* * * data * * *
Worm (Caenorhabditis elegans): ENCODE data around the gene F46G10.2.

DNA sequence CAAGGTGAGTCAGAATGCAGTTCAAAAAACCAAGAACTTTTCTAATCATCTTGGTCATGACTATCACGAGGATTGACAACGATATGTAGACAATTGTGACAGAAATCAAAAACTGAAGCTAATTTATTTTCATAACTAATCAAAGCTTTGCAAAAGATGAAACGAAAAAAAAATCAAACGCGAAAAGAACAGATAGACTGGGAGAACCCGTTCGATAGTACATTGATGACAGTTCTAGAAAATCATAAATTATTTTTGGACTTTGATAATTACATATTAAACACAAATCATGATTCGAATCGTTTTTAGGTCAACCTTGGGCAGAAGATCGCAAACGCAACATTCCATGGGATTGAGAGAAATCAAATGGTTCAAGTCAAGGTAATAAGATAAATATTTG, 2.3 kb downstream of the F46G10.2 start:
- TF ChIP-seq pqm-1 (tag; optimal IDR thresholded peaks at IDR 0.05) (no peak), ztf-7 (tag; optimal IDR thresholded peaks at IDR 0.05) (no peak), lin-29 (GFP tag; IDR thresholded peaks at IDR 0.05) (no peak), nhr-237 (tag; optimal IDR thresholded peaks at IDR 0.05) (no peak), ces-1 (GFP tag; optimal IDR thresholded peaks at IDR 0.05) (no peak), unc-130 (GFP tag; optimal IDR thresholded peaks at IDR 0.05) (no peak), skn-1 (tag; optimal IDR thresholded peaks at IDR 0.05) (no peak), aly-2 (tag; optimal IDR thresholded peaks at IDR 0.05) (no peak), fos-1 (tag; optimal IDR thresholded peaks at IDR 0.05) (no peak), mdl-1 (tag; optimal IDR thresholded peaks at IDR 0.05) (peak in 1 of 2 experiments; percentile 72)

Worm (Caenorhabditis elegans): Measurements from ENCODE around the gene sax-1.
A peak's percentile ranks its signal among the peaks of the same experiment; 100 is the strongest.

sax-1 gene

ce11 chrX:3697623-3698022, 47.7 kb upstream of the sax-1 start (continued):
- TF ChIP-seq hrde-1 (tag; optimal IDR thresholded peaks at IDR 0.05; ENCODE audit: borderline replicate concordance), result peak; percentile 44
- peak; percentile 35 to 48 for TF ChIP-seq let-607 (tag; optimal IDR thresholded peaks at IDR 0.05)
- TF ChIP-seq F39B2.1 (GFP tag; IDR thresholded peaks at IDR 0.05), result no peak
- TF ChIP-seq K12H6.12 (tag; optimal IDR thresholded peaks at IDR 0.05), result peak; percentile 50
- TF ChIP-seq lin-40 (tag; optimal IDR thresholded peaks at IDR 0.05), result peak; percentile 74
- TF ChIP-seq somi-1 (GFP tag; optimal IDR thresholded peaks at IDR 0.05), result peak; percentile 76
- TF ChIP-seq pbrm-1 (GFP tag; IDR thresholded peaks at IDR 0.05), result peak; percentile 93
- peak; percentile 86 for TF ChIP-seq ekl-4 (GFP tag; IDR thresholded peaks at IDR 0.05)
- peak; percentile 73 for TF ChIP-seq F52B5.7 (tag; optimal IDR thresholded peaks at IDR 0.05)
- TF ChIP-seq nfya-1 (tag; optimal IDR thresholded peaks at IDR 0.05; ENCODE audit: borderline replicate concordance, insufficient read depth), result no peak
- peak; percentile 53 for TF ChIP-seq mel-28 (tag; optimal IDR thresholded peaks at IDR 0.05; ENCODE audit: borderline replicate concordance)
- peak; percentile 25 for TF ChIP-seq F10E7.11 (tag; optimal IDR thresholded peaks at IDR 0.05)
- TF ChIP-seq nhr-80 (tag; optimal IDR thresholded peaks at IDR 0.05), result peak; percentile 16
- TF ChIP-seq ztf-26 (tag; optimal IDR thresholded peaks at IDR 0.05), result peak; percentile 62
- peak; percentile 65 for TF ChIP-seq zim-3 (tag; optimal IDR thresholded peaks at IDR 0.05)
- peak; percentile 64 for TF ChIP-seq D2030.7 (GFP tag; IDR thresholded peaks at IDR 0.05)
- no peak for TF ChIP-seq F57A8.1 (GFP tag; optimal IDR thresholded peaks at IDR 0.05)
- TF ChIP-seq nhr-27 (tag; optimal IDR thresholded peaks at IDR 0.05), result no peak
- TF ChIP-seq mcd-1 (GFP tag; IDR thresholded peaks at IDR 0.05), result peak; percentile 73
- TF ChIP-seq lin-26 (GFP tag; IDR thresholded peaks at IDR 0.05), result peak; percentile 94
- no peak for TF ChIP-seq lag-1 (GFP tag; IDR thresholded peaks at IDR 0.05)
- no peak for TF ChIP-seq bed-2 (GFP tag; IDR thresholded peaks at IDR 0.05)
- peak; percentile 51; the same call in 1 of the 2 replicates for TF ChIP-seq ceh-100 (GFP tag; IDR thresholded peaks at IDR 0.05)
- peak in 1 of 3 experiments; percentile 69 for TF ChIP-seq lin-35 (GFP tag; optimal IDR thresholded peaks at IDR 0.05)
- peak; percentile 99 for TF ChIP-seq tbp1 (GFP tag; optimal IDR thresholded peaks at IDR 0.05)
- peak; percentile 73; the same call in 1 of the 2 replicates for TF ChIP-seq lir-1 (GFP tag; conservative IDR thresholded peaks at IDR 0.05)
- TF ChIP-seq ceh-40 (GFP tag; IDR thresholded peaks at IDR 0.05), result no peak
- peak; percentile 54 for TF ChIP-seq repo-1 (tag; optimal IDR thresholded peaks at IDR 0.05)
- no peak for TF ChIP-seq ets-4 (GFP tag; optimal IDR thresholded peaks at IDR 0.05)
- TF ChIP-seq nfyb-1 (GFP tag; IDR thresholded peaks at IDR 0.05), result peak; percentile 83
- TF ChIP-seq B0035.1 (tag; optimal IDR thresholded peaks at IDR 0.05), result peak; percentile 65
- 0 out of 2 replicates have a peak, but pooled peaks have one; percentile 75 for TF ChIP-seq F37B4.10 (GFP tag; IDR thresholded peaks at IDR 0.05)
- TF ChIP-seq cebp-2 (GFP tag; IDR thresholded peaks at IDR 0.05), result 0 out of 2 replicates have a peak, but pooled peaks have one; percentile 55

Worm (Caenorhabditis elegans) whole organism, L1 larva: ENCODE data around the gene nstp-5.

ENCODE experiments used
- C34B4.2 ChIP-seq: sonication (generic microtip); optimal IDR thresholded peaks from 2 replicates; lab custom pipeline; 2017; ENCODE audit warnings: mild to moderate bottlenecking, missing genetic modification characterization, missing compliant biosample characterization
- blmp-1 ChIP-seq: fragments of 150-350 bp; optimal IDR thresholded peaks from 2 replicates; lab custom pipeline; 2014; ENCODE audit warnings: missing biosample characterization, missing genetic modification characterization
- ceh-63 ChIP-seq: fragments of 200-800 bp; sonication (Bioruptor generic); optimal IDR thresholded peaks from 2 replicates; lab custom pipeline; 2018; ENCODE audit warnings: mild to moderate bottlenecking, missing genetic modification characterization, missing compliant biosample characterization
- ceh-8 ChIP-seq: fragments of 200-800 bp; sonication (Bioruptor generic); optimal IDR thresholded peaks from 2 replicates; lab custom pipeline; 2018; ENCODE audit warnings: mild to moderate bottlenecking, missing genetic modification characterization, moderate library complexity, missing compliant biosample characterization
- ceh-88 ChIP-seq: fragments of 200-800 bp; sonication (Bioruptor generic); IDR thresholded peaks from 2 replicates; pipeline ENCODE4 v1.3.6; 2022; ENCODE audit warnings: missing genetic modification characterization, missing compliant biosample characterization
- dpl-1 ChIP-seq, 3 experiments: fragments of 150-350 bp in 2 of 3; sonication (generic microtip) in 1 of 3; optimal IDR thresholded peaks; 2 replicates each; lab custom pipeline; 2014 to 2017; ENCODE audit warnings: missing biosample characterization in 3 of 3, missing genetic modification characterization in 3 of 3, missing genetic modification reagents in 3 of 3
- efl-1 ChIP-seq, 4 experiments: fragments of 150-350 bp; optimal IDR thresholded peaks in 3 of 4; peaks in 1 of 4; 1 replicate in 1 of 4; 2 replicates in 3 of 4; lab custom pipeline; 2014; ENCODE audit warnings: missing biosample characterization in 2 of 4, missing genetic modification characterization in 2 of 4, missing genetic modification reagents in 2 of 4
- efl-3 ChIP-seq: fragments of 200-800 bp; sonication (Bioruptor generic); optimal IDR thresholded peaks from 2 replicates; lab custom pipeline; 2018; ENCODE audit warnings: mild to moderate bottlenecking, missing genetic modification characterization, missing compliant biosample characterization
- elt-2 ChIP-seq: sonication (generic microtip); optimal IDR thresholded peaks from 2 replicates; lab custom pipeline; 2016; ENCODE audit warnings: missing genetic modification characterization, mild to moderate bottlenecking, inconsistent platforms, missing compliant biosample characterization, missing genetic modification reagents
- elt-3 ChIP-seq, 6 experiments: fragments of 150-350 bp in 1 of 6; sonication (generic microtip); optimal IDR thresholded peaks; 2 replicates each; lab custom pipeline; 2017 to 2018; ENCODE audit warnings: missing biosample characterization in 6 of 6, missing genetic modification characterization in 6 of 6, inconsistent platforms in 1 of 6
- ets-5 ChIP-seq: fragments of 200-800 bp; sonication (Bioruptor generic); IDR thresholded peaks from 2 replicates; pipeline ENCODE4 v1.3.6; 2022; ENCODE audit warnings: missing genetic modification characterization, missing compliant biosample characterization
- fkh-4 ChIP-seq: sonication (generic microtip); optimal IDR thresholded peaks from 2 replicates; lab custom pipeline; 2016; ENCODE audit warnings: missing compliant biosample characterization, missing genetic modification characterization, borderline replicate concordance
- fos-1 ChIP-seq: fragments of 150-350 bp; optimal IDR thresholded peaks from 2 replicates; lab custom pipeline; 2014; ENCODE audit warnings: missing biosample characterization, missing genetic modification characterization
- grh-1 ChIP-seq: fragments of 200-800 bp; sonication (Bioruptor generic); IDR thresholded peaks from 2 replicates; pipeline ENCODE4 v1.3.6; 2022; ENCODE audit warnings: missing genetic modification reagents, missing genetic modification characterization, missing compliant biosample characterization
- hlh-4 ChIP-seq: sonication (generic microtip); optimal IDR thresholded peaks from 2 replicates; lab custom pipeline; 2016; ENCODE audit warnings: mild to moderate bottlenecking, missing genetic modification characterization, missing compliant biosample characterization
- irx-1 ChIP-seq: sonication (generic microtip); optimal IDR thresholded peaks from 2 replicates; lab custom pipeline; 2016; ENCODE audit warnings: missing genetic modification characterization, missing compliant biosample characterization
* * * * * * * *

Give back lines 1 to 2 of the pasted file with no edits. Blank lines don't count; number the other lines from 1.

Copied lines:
Worm (Caenorhabditis elegans): ENCODE data around the gene F46G10.2.

DNA sequence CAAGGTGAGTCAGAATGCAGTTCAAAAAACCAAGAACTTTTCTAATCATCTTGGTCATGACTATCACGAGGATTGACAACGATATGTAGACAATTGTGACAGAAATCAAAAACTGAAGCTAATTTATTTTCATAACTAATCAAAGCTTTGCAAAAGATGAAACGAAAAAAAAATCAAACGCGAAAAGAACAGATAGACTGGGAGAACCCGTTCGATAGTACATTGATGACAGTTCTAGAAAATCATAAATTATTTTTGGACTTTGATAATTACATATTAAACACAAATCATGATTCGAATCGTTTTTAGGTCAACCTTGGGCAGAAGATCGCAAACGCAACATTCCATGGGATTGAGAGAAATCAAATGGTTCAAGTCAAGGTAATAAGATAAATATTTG, 2.3 kb downstream of the F46G10.2 start: